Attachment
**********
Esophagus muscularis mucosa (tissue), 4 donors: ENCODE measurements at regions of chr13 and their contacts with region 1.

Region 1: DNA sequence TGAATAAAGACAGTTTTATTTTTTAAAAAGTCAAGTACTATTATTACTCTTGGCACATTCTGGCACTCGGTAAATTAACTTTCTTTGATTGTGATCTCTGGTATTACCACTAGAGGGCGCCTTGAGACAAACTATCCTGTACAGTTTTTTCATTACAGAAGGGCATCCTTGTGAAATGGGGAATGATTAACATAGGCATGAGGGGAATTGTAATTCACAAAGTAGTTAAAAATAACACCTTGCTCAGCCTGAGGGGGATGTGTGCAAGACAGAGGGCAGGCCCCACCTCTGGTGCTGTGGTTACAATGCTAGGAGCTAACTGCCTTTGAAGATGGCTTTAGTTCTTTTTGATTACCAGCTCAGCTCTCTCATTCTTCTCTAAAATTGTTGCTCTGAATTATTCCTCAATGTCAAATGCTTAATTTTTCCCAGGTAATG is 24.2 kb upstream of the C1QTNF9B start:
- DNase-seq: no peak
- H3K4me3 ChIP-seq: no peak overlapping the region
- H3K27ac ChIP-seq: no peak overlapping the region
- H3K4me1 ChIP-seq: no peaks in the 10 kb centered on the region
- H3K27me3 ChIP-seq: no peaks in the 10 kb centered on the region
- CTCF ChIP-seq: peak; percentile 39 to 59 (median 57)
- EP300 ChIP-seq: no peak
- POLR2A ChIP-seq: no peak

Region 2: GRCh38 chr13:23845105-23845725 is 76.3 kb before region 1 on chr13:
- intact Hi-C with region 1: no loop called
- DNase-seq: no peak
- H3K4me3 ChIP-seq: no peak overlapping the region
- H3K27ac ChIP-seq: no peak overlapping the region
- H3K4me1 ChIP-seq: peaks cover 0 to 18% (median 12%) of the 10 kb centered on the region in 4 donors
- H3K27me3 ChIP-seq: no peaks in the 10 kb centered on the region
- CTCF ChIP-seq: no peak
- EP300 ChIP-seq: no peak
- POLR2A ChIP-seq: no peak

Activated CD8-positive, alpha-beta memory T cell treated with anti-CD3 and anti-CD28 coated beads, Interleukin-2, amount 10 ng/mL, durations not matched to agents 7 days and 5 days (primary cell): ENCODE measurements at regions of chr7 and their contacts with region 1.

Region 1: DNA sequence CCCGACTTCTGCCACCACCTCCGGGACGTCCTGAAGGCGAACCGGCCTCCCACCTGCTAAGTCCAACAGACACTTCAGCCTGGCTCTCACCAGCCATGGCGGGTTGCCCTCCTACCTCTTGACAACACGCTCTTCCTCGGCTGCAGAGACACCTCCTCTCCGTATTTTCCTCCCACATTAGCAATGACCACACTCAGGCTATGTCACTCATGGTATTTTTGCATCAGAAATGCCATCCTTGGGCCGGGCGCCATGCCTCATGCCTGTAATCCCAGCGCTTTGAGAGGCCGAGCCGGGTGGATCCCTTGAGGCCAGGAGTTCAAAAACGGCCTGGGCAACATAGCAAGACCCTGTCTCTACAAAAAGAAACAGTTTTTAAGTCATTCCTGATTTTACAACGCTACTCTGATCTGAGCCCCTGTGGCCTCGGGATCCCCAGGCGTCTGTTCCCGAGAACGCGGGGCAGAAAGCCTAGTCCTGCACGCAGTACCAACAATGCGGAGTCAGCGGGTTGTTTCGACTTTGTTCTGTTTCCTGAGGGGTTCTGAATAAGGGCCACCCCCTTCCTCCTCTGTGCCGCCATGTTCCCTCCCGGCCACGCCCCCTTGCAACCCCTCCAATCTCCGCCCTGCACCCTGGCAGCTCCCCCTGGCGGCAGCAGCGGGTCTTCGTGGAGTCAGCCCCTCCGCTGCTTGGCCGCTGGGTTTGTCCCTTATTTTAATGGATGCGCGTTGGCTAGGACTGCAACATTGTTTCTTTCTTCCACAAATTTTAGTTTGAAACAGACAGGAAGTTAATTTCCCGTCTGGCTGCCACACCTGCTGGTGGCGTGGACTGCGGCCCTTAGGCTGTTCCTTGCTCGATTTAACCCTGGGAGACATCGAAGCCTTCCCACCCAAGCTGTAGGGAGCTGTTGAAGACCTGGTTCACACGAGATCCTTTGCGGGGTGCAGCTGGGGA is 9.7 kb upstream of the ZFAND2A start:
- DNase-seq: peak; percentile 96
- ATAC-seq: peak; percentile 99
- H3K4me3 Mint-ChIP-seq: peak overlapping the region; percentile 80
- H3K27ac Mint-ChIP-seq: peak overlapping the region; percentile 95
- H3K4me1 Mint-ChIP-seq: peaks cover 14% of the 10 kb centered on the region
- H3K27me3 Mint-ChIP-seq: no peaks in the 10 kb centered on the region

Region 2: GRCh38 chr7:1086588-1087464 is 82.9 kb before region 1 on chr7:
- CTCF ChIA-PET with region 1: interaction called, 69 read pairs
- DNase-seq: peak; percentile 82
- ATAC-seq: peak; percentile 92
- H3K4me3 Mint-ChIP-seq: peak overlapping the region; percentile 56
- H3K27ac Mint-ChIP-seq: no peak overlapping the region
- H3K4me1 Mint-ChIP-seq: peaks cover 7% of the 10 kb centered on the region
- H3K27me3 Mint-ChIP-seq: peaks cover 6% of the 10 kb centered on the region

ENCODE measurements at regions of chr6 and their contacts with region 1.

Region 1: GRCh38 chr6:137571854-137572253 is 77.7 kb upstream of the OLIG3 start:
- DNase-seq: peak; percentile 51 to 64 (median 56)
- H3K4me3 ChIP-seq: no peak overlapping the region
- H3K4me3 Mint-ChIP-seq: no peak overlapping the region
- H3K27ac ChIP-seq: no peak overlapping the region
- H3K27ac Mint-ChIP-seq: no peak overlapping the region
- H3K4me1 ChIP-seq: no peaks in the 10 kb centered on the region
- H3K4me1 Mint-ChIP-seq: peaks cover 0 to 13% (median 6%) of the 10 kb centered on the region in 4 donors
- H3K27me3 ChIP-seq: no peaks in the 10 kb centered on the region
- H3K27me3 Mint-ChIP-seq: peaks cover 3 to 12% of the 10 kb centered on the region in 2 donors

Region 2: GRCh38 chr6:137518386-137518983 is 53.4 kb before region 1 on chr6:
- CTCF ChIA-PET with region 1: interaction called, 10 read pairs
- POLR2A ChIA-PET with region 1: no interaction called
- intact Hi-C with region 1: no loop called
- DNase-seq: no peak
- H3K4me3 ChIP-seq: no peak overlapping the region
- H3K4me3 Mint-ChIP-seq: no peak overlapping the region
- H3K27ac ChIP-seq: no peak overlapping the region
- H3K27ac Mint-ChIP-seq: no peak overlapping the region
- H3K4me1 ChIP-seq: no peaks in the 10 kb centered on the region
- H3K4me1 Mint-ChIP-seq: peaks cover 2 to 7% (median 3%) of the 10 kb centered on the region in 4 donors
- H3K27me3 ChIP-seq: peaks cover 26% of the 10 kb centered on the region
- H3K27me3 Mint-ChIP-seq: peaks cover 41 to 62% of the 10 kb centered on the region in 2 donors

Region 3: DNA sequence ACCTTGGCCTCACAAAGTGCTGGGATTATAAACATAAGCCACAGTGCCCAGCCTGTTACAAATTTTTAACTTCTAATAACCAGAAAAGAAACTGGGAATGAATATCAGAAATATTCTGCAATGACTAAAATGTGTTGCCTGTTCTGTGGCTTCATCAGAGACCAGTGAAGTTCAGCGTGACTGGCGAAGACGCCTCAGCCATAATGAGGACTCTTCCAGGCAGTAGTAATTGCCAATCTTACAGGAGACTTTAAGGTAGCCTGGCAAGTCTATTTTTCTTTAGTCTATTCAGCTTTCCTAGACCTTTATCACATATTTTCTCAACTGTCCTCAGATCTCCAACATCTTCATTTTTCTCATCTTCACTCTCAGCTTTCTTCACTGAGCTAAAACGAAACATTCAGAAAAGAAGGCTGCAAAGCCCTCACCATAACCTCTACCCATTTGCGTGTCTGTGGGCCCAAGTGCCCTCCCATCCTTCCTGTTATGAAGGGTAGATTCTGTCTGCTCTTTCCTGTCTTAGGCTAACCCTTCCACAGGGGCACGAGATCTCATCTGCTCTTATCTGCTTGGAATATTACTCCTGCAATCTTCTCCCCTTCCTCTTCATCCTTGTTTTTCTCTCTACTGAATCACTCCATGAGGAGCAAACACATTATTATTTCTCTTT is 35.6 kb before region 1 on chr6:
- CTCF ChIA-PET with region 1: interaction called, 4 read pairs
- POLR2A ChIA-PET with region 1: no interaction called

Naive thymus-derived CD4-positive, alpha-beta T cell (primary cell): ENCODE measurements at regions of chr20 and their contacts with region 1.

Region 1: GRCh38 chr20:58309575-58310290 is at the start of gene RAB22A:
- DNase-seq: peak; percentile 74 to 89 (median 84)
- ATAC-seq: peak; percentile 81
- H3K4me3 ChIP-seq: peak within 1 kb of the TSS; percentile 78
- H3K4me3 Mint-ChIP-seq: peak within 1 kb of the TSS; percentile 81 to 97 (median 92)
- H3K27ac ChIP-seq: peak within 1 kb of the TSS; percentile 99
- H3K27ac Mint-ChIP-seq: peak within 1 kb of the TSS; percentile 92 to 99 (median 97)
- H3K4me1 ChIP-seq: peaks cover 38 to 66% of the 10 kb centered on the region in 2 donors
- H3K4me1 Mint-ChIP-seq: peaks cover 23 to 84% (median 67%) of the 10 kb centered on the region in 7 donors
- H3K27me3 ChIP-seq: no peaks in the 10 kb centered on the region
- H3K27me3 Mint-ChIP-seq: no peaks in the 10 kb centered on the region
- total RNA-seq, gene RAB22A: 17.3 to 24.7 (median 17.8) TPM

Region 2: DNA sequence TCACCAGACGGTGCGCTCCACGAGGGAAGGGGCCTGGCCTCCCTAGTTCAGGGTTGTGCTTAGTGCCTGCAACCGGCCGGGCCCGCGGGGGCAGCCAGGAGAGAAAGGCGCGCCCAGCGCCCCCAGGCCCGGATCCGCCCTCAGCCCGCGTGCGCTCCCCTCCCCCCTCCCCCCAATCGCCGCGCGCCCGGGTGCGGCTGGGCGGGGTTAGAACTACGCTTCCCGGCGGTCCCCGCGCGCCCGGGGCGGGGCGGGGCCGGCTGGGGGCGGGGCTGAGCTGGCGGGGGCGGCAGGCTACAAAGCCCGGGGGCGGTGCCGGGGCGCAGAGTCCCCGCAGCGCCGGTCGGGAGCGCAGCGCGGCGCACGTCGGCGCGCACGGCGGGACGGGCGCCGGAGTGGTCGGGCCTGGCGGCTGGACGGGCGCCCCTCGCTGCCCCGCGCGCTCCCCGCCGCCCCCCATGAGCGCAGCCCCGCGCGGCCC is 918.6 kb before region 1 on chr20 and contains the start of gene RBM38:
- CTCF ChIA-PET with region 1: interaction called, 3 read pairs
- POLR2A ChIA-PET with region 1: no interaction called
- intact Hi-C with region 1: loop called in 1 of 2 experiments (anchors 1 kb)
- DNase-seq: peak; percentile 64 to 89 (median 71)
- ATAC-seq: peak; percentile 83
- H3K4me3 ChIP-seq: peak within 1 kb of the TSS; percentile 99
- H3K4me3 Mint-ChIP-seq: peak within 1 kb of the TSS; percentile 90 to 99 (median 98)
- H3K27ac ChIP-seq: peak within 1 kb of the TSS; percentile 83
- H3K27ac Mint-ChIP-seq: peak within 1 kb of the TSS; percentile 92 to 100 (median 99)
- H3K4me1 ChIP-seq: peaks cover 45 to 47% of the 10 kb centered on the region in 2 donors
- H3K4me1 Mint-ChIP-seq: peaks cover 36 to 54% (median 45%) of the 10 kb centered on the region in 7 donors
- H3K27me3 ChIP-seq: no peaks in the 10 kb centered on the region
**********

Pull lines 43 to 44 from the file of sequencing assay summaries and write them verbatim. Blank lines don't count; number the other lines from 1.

- H3K27ac Mint-ChIP-seq: no peak overlapping the region
- H3K4me1 ChIP-seq: no peaks in the 10 kb centered on the region